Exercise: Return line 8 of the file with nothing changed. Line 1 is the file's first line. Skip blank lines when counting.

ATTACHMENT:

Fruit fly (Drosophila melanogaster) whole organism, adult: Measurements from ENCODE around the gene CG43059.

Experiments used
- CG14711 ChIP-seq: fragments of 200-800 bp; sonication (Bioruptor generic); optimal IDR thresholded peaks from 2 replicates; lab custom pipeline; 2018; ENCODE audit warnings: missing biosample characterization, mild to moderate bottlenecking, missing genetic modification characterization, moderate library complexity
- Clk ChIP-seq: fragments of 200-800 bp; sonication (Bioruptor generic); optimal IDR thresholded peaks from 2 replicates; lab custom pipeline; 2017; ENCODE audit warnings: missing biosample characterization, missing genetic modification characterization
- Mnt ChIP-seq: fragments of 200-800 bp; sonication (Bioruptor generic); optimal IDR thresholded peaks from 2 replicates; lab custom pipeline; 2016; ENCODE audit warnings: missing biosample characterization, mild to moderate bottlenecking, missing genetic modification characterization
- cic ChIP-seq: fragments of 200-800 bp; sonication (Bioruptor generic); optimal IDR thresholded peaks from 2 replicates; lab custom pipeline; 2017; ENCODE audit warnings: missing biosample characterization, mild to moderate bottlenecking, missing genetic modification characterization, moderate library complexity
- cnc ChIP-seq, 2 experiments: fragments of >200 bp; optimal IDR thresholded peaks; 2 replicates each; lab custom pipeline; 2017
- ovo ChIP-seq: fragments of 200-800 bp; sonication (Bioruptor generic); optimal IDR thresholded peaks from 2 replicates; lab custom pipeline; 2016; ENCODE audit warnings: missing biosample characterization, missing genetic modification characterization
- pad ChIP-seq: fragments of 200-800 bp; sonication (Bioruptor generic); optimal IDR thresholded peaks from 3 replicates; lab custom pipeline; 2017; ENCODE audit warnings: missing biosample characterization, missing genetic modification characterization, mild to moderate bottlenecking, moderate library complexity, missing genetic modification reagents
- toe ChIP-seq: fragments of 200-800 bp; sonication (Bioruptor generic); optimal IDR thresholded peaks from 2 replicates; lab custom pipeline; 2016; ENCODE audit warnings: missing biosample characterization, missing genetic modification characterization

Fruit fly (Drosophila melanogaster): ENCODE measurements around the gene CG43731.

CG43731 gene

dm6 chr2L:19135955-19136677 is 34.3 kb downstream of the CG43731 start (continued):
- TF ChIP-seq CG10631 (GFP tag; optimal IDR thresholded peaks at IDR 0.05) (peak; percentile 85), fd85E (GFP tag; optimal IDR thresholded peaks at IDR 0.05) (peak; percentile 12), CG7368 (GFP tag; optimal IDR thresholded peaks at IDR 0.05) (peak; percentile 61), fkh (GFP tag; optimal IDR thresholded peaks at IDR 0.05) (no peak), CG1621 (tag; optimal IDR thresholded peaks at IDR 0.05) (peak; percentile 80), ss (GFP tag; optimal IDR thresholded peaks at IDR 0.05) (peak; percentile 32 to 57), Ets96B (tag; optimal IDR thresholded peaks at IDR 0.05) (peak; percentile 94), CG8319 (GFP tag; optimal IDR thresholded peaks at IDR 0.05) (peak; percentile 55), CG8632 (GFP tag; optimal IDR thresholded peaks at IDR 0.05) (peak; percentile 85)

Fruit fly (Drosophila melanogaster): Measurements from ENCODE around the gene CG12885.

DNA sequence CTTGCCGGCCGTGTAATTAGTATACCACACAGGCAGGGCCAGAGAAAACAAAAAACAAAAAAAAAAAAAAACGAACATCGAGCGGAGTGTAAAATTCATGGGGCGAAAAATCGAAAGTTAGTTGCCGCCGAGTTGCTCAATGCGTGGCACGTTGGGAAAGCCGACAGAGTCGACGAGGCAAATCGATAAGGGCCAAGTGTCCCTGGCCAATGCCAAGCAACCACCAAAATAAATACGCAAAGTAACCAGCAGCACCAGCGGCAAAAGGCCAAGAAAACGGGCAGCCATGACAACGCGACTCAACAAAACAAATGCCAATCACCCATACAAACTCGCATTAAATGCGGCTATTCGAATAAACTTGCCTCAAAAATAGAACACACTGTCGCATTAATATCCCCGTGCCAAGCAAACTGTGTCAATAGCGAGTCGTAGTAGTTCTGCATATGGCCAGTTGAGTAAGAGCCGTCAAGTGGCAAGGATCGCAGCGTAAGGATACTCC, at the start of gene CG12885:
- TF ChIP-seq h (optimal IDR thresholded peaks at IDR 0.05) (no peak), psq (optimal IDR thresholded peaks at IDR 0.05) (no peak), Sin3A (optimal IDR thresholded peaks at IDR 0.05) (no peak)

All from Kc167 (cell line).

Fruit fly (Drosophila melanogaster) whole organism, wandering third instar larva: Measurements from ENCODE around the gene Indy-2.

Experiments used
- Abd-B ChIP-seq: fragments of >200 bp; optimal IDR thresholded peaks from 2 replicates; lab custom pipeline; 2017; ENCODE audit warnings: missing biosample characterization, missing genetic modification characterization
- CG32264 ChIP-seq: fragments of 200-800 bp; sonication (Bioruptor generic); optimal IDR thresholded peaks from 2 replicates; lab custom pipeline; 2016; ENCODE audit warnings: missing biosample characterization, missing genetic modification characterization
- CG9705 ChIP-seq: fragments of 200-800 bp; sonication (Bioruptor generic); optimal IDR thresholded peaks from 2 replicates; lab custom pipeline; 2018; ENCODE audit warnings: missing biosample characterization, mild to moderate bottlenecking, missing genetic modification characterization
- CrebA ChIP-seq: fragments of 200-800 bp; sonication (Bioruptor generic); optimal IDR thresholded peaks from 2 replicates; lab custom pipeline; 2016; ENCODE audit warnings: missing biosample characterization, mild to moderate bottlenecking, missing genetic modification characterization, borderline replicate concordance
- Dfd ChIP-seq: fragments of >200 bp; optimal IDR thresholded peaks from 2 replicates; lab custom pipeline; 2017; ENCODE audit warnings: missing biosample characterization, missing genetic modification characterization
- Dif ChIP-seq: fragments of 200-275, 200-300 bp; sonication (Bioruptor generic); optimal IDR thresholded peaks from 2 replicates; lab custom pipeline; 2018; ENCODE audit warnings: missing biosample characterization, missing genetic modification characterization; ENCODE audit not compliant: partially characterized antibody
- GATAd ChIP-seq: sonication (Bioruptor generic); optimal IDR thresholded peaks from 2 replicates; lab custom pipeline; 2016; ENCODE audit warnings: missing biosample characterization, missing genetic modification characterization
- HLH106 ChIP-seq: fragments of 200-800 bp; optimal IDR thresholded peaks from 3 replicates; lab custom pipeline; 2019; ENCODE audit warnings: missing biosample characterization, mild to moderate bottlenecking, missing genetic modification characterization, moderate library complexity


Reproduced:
- ovo ChIP-seq: fragments of 200-800 bp; sonication (Bioruptor generic); optimal IDR thresholded peaks from 2 replicates; lab custom pipeline; 2016; ENCODE audit warnings: missing biosample characterization, missing genetic modification characterization